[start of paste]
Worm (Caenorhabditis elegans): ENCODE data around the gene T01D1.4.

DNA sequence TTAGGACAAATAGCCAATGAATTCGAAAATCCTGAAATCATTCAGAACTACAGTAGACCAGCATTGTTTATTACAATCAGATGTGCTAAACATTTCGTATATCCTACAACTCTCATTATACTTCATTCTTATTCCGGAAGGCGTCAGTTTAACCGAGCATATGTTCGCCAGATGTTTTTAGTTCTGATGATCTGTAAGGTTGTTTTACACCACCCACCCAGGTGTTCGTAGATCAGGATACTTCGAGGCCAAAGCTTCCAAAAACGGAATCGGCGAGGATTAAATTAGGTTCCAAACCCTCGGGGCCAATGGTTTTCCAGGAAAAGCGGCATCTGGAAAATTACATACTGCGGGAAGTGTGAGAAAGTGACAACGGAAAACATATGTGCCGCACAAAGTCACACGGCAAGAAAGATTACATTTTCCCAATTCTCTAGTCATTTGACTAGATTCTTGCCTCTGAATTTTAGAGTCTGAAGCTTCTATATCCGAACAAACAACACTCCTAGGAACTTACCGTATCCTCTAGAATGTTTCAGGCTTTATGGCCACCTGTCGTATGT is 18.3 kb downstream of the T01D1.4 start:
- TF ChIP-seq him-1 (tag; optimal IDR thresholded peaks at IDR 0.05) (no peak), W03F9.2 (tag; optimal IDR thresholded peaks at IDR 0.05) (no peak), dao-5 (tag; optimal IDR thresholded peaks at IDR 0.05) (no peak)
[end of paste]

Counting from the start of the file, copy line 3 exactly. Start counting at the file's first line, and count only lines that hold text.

- TF ChIP-seq him-1 (tag; optimal IDR thresholded peaks at IDR 0.05) (no peak), W03F9.2 (tag; optimal IDR thresholded peaks at IDR 0.05) (no peak), dao-5 (tag; optimal IDR thresholded peaks at IDR 0.05) (no peak)